|Publication number||US6371469 B1|
|Application number||US 09/588,424|
|Publication date||Apr 16, 2002|
|Filing date||Jun 6, 2000|
|Priority date||Jun 6, 2000|
|Publication number||09588424, 588424, US 6371469 B1, US 6371469B1, US-B1-6371469, US6371469 B1, US6371469B1|
|Inventors||David T. Gray|
|Original Assignee||David T. Gray|
|Export Citation||BiBTeX, EndNote, RefMan|
|Patent Citations (16), Referenced by (37), Classifications (11), Legal Events (3)|
|External Links: USPTO, USPTO Assignment, Espacenet|
This invention relates broadly to support tooling for a workpiece, and more particularly, pertains to a fluid pressure-actuated, spring-return expandable mandrel for instantaneously gripping a workpiece during a machining process.
A variety of tooling devices and designs have been employed for use as work supports to retain workpieces in a stable position during machining or other manufacturing operations on the workpiece. Such support tooling is important in applications where the workpiece must support accurate centering and level support. For example, the design of support tooling is critical in the machining of transmission plates, motorcycle engine covers and various other engine components.
One type of known workpiece support tooling is disclosed in U.S. Pat. No. 4,932,642, issued Jun. 12, 1990 to Salenbien et al. The support tooling of this device includes a spring-loaded sleeve member designed to engage the workpiece at a specific contact point about the shaft or bore of the workpiece. The weight of the workpiece drives the sleeve member to a second location, thereby causing a plurality of ball bearing members to move radially and engage the bore or shaft of the workpiece at a second point of contact. Because this device is dependent upon the disposition and removal of the workpiece, there are drawbacks in the amount of friction between the components, and in the desired responsiveness and positive gripping ability of the support tooling.
Many workpiece holders are clamping devices of one kind or another which rely on fluid pressure (hydraulic or pneumatic) to engage and disengage a workpiece under load. All of the clamping devices presently on the market suffer from at least some of the following disadvantages. These devices comprise a large number of parts having such exposed positions that they become sensitive to fouling and wear. In connection with machining, there is also a danger that cuttings may assemble on the different parts and prevent correct clamping. These devices also require a great deal of space and are often difficult to install and very expensive to manufacture. In addition, these devices operate with high friction levels which negatively effect the responsiveness of the workpiece holder and the efficiency of the machining process.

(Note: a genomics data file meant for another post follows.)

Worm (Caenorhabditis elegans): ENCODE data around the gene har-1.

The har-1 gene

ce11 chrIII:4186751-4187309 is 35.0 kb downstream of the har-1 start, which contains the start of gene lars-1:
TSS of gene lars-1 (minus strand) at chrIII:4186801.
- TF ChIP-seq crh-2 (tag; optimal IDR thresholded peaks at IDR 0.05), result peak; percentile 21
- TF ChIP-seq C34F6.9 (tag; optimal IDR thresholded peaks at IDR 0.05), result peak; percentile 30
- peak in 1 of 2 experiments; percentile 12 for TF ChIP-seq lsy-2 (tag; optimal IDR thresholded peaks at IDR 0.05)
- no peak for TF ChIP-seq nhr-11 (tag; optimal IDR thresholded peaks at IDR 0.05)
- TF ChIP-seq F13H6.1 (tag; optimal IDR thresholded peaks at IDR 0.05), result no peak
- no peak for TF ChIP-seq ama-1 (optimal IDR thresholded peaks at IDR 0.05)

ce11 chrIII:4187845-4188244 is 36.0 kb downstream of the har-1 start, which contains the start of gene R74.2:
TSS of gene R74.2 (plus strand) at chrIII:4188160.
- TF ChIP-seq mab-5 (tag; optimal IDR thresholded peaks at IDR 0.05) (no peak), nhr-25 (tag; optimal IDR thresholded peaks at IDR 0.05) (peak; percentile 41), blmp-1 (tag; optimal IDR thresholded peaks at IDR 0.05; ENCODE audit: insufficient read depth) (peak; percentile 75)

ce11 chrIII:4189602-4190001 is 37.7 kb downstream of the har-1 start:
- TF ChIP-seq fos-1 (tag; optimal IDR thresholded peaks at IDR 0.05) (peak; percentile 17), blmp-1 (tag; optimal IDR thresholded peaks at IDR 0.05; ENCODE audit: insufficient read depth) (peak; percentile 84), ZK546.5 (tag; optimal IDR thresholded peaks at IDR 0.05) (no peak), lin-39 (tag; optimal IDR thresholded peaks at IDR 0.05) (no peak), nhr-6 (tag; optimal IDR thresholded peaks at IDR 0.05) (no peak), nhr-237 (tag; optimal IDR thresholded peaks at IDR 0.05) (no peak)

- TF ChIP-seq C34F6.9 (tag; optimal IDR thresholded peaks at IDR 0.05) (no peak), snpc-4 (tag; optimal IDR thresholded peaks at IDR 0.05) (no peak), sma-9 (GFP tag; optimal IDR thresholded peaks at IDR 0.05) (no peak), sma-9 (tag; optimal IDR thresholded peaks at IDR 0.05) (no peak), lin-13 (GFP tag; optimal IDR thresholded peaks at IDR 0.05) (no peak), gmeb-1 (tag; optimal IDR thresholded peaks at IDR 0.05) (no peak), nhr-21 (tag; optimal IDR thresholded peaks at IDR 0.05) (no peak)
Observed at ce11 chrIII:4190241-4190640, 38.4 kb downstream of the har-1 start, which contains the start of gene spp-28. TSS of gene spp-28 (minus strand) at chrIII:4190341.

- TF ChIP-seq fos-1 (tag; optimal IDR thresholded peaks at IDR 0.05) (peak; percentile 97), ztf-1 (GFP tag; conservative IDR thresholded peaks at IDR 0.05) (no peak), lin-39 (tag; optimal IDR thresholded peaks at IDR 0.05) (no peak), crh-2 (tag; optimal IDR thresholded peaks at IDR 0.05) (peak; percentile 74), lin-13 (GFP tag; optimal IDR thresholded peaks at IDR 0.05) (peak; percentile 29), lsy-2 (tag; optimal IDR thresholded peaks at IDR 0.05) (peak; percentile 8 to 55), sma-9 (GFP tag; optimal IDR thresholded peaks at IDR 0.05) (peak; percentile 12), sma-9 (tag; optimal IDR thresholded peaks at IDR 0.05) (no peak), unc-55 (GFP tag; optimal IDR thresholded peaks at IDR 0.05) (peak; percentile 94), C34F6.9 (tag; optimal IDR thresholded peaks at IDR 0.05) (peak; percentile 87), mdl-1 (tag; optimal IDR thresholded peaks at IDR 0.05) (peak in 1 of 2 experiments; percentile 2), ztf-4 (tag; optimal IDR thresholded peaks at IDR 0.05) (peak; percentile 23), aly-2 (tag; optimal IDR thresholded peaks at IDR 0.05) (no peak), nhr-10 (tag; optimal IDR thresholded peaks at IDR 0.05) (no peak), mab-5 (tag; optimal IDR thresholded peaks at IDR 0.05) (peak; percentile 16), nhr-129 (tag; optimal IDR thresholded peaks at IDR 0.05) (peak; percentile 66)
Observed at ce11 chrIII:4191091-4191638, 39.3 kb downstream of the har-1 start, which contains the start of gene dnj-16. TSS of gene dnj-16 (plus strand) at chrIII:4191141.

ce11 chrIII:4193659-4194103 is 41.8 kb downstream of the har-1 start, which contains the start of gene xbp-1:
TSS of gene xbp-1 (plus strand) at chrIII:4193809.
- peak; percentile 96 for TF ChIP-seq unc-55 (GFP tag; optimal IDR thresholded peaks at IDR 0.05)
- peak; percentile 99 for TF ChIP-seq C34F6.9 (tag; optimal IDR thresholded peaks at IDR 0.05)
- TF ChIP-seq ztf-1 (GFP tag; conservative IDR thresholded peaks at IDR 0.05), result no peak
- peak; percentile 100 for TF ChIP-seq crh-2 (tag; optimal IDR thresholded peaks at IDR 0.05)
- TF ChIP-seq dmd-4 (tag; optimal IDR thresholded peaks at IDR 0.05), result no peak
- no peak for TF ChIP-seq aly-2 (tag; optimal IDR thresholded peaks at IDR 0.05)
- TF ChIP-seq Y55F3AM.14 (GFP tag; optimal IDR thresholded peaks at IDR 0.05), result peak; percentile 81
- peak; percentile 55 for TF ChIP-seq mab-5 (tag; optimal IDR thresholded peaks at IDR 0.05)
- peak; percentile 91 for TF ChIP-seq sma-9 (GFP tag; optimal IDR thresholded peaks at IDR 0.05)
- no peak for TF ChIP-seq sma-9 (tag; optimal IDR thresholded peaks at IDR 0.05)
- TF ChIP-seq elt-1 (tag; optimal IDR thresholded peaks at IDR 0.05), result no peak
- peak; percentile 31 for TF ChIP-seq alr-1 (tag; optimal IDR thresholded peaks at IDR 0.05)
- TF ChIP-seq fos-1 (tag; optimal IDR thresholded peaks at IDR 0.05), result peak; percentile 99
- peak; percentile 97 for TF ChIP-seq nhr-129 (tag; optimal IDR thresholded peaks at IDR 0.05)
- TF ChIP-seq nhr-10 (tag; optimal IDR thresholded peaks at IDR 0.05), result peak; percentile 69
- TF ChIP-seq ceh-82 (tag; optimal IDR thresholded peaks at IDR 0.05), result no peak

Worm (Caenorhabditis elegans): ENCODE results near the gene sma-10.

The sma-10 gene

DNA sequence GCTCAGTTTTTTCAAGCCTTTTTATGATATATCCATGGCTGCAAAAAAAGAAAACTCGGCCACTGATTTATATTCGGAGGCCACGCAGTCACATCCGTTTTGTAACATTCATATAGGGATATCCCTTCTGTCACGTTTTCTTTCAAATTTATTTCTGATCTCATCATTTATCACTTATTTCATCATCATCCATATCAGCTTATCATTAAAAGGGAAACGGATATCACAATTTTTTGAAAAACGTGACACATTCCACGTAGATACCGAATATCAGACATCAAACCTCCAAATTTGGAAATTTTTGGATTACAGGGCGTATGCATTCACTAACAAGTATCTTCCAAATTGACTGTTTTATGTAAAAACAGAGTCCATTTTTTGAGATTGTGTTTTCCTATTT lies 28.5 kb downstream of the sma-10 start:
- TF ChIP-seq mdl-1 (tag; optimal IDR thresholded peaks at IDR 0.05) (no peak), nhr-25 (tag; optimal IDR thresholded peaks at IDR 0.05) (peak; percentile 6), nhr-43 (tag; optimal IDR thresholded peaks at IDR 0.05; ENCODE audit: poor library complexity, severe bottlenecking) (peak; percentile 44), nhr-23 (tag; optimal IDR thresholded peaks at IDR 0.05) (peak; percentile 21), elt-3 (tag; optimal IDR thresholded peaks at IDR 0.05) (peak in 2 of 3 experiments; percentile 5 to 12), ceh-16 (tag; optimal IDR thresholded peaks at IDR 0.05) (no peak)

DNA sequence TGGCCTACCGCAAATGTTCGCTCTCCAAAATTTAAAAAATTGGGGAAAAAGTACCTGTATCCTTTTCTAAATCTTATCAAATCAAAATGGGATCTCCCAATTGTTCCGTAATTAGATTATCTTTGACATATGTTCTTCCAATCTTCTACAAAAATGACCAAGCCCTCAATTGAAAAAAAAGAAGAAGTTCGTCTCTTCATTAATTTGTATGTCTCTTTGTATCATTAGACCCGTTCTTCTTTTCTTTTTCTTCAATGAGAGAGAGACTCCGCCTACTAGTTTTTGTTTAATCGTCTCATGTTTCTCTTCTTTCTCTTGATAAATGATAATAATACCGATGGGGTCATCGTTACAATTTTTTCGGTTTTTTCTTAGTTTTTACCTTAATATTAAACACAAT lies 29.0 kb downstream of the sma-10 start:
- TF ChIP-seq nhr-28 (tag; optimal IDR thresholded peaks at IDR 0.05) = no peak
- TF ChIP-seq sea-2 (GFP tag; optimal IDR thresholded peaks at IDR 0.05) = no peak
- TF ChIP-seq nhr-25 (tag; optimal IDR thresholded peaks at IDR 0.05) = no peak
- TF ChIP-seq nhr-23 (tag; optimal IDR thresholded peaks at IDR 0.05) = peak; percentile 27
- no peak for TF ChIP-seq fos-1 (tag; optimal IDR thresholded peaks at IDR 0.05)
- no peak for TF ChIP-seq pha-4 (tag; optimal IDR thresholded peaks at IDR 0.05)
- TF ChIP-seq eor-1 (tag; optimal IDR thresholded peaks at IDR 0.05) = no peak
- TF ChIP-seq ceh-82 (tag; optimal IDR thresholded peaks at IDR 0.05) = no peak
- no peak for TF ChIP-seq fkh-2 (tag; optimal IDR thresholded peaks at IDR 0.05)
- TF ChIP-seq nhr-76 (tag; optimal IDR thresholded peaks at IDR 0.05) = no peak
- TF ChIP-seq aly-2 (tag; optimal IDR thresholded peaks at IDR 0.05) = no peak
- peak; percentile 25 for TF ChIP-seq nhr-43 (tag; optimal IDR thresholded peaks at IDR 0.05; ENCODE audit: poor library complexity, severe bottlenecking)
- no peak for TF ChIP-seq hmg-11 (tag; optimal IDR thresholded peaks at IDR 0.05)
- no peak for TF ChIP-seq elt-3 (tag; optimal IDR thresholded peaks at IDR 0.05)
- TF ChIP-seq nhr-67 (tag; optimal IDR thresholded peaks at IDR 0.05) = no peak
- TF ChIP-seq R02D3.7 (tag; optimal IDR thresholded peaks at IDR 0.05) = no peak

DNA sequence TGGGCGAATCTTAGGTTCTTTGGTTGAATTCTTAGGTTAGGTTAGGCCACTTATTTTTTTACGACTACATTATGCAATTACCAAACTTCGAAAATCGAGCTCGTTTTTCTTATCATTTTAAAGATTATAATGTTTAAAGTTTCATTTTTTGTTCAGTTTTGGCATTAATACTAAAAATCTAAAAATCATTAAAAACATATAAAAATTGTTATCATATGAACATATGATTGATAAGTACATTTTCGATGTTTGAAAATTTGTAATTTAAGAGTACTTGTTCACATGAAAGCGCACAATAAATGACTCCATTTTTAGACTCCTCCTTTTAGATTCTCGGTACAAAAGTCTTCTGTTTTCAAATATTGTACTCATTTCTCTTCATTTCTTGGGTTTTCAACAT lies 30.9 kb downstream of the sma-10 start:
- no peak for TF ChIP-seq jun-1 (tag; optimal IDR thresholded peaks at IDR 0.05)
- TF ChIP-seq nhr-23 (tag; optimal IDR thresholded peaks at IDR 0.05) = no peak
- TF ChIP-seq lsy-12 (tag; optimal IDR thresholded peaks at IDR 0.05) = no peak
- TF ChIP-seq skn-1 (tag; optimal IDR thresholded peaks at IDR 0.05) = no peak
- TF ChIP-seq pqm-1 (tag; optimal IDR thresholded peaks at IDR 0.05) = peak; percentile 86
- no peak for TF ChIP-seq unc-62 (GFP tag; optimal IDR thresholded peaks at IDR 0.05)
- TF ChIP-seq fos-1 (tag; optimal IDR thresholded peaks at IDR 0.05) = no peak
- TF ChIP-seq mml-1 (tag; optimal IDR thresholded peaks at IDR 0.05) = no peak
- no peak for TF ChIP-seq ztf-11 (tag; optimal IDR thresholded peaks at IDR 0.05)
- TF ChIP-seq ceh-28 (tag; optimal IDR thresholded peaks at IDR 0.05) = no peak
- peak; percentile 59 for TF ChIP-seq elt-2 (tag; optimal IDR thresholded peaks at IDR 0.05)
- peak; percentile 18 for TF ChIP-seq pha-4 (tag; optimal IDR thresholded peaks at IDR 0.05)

In order to maintain the integrity of the machining operations and avoid damage to workpieces, any workpiece holder used to maintain the workpiece in position should not readily slip, breakdown or excessively wear under significant loads typical to uses of such supports. Existing work support tooling suffers from one or more of these problems. Sometimes a problem manifests itself through slippage of the work support components causing loss of stable positioning and potential injury to workers. Other times, there may be unexpected physical failure of the work support and resulting change to the workpiece for interruption of machining operations.
Prior to the present invention, it is believed there has not been a reliable workpiece support of a simple, compact design that minimizes friction and utilizes a relatively small number of parts to provide optimum support and positive gripping of a workpiece using a reasonable amount of fluid pressure.
In addition, it has been difficult to achieve a workpiece holding system which grips one or more bores formed in the workpiece by means of an expandable structure having a reaction time which is substantially equal to its release time so as to improve the efficiency of the machining of the gripped workpiece.
Thus, it can be seen that a need exists for a workpiece holder and, more particularly, an expandable and retractable structure which will enable a quick change support and gripping apparatus capable of providing a desired leveling and centering of the workpiece.
It is one object of the present invention to provide a workpiece holder which, as far as possible, eliminates the above shortcomings of previously known workpiece supports and clamping devices, and which also make it possible to perform a highly efficient and precise gripping of the workpiece.
It is another object of the present invention to provide an expandable mandrel useful as a workpiece support whereby a gripping relationship may be reliably created and released with substantially reduced friction by selective application of relatively low fluid pressure and a biasing arrangement, respectively.